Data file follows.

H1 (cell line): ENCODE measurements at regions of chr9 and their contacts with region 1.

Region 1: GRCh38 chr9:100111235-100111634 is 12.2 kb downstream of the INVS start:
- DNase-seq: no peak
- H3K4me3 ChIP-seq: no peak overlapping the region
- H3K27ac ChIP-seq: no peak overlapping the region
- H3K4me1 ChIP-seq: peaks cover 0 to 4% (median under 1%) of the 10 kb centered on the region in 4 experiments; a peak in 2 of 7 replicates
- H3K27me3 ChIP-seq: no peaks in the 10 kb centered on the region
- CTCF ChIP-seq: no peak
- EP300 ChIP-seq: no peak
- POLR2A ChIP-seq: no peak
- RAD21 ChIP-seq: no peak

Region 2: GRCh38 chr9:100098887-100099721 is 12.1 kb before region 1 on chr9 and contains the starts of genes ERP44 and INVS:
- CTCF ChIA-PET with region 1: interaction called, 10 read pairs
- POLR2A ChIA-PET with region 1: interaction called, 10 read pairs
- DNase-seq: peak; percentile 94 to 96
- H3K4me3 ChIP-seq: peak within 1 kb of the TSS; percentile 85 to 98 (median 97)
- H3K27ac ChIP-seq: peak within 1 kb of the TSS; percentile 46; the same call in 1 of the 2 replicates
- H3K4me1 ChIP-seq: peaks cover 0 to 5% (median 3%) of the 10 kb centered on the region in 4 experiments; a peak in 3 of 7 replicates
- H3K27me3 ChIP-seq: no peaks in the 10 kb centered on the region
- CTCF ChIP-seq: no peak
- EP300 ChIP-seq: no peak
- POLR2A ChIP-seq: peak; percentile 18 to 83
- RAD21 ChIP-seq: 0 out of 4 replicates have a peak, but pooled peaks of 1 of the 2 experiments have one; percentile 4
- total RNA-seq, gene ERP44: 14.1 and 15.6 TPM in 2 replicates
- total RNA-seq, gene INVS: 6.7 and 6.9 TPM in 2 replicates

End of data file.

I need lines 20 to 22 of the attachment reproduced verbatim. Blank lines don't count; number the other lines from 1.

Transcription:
- CTCF ChIP-seq: no peak
- EP300 ChIP-seq: no peak
- POLR2A ChIP-seq: peak; percentile 18 to 83